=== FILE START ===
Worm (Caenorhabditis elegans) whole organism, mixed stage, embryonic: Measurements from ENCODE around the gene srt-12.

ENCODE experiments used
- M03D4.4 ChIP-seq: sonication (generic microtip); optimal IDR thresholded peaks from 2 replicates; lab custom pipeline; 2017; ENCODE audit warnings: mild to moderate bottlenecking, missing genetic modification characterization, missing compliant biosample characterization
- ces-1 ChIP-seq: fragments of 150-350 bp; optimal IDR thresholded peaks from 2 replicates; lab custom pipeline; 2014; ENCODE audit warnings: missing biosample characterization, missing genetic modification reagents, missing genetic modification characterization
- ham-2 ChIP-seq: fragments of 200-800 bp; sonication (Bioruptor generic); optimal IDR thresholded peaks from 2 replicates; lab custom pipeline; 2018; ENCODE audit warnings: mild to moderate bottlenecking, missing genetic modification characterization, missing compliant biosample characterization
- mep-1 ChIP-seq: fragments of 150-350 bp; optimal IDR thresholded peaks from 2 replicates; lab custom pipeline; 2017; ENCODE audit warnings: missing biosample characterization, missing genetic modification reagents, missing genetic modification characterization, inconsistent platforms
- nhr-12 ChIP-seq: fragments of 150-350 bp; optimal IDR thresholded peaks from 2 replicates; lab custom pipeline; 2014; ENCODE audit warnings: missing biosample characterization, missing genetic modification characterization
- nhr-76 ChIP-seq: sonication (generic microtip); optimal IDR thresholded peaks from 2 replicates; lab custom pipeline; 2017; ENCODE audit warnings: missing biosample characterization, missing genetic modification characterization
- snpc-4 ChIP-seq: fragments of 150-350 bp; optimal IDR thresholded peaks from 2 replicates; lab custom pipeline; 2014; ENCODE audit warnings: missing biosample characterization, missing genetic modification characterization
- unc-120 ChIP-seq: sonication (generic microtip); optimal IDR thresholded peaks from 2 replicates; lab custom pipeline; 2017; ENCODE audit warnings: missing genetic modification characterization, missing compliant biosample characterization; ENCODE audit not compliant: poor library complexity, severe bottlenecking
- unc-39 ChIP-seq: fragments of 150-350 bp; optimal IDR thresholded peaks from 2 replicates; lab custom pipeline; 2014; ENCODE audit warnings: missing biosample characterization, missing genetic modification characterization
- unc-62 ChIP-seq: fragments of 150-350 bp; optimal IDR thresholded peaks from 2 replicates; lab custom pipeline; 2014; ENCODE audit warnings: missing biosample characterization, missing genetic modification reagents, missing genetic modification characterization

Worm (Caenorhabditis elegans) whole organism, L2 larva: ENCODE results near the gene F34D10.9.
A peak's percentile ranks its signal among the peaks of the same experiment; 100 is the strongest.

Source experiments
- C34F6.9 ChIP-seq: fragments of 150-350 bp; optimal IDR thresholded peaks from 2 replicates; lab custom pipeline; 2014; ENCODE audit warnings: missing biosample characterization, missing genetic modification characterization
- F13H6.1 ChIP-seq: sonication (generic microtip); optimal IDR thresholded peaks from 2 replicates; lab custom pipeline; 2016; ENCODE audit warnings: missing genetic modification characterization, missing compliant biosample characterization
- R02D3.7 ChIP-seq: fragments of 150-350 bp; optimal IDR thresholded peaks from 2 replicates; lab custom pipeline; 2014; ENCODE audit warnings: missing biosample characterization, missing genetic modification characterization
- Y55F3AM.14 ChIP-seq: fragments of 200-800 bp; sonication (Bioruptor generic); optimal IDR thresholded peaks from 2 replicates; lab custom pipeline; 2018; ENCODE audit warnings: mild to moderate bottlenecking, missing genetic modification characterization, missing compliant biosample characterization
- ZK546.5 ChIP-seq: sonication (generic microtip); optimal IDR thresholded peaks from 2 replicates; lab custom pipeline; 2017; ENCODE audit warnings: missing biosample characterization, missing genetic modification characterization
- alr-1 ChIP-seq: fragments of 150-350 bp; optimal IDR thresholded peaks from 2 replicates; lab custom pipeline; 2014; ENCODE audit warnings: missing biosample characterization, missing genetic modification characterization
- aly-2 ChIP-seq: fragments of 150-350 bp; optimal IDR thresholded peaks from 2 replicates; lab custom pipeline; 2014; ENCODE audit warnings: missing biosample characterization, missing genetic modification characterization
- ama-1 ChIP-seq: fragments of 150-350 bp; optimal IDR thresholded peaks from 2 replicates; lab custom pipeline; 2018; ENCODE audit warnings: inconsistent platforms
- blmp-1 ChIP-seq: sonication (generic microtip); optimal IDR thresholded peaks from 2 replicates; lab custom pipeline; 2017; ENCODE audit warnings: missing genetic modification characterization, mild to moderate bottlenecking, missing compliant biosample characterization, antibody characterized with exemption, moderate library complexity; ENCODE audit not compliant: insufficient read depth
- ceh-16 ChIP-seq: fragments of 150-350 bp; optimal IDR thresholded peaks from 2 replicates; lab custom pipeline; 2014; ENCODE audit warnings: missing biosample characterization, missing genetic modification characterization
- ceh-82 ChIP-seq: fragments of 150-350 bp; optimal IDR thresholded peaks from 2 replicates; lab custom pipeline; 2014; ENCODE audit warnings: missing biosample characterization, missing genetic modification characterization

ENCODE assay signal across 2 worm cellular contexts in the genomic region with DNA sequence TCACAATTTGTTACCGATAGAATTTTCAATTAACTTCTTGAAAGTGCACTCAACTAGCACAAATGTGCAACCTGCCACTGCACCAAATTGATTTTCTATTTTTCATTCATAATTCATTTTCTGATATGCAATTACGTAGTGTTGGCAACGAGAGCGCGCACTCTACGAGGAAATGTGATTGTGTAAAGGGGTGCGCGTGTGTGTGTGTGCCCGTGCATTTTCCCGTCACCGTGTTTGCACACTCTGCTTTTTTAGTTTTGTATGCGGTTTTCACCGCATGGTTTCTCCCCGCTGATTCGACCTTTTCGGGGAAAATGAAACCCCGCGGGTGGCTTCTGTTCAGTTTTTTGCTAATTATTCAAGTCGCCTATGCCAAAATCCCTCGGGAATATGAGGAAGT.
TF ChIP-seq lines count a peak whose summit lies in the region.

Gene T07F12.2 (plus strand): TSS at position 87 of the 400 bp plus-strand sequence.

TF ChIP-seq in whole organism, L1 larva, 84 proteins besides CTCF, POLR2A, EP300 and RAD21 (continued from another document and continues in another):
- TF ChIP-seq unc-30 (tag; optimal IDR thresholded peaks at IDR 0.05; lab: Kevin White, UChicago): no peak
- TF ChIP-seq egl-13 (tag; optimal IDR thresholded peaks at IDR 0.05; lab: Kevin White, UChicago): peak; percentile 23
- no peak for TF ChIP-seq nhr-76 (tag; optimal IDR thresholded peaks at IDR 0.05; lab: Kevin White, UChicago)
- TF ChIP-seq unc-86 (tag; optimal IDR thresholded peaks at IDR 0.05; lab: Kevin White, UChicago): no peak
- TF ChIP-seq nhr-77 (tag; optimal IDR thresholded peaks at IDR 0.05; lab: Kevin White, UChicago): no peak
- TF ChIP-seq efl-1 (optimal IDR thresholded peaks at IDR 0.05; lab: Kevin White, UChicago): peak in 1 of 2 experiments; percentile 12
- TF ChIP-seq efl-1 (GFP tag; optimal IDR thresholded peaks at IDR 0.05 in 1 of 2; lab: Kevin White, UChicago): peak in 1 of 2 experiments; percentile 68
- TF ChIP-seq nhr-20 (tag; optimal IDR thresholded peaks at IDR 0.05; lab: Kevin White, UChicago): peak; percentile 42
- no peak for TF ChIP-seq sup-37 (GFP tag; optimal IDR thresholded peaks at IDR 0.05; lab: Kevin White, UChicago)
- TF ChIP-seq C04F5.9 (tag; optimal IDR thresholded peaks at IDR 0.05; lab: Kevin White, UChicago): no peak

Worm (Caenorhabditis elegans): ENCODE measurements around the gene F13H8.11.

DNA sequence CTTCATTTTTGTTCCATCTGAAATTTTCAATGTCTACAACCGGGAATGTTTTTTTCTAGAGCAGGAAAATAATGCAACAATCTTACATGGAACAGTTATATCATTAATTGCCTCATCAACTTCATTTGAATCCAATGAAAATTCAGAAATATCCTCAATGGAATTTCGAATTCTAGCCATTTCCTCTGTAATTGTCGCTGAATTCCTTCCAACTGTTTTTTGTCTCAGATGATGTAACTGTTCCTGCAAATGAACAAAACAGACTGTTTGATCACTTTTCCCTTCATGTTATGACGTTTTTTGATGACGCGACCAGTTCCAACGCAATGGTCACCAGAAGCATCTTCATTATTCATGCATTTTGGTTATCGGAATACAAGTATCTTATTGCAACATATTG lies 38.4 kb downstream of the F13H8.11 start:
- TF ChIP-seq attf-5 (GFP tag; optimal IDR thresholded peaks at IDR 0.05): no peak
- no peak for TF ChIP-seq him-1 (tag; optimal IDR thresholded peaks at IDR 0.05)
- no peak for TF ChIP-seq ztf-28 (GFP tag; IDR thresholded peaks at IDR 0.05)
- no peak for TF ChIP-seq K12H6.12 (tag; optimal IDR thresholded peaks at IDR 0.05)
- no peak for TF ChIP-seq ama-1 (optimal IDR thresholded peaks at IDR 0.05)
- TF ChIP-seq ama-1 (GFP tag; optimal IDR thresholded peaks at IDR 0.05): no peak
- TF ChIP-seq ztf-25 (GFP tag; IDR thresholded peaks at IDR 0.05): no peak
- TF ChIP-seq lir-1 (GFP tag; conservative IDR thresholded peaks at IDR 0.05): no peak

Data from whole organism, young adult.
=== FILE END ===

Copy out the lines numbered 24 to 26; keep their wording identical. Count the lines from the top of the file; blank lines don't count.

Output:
- blmp-1 ChIP-seq: sonication (generic microtip); optimal IDR thresholded peaks from 2 replicates; lab custom pipeline; 2017; ENCODE audit warnings: missing genetic modification characterization, mild to moderate bottlenecking, missing compliant biosample characterization, antibody characterized with exemption, moderate library complexity; ENCODE audit not compliant: insufficient read depth
- ceh-16 ChIP-seq: fragments of 150-350 bp; optimal IDR thresholded peaks from 2 replicates; lab custom pipeline; 2014; ENCODE audit warnings: missing biosample characterization, missing genetic modification characterization
- ceh-82 ChIP-seq: fragments of 150-350 bp; optimal IDR thresholded peaks from 2 replicates; lab custom pipeline; 2014; ENCODE audit warnings: missing biosample characterization, missing genetic modification characterization